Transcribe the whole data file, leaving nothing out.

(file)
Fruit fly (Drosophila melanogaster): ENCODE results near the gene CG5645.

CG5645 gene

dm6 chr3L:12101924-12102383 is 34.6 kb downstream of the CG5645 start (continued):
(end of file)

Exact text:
Fruit fly (Drosophila melanogaster): ENCODE results near the gene CG5645.

CG5645 gene

dm6 chr3L:12101924-12102383 is 34.6 kb downstream of the CG5645 start (continued):